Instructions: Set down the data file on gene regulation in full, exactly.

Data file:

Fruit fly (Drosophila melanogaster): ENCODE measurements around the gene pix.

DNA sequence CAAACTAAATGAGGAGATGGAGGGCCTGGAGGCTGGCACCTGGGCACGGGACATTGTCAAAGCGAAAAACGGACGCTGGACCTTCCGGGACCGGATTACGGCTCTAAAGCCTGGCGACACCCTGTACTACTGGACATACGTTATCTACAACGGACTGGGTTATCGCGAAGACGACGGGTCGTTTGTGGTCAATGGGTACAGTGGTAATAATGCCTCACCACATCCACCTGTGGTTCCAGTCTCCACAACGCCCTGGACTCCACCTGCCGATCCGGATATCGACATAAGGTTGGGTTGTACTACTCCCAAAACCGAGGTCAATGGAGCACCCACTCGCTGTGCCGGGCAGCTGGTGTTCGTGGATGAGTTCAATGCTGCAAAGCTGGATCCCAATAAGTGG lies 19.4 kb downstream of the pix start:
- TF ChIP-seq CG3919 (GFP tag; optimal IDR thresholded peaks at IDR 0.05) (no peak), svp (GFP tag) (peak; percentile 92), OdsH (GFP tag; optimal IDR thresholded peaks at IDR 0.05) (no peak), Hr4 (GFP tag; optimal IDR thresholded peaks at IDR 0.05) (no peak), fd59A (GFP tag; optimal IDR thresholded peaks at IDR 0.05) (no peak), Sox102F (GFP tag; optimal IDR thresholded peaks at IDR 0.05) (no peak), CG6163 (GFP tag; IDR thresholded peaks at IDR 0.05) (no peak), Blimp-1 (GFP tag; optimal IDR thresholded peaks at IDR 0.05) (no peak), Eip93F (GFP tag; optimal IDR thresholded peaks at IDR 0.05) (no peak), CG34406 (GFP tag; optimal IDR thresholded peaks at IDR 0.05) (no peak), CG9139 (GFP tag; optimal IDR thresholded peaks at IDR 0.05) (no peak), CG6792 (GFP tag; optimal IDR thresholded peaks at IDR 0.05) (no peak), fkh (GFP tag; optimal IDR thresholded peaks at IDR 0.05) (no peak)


Fruit fly (Drosophila melanogaster): ENCODE measurements around the gene pix.

DNA sequence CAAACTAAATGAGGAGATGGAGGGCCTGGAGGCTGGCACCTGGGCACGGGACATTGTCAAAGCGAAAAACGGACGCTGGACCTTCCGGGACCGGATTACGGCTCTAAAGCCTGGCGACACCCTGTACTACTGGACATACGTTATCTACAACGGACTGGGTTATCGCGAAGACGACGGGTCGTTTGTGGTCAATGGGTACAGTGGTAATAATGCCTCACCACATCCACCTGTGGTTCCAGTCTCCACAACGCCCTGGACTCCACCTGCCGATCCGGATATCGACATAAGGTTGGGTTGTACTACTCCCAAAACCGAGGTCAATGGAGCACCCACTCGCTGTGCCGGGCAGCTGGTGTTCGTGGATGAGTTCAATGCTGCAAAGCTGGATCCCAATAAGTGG lies 19.4 kb downstream of the pix start:
- TF ChIP-seq CG3919 (GFP tag; optimal IDR thresholded peaks at IDR 0.05) (no peak), svp (GFP tag) (peak; percentile 92), OdsH (GFP tag; optimal IDR thresholded peaks at IDR 0.05) (no peak), Hr4 (GFP tag; optimal IDR thresholded peaks at IDR 0.05) (no peak), fd59A (GFP tag; optimal IDR thresholded peaks at IDR 0.05) (no peak), Sox102F (GFP tag; optimal IDR thresholded peaks at IDR 0.05) (no peak), CG6163 (GFP tag; IDR thresholded peaks at IDR 0.05) (no peak), Blimp-1 (GFP tag; optimal IDR thresholded peaks at IDR 0.05) (no peak), Eip93F (GFP tag; optimal IDR thresholded peaks at IDR 0.05) (no peak), CG34406 (GFP tag; optimal IDR thresholded peaks at IDR 0.05) (no peak), CG9139 (GFP tag; optimal IDR thresholded peaks at IDR 0.05) (no peak), CG6792 (GFP tag; optimal IDR thresholded peaks at IDR 0.05) (no peak), fkh (GFP tag; optimal IDR thresholded peaks at IDR 0.05) (no peak)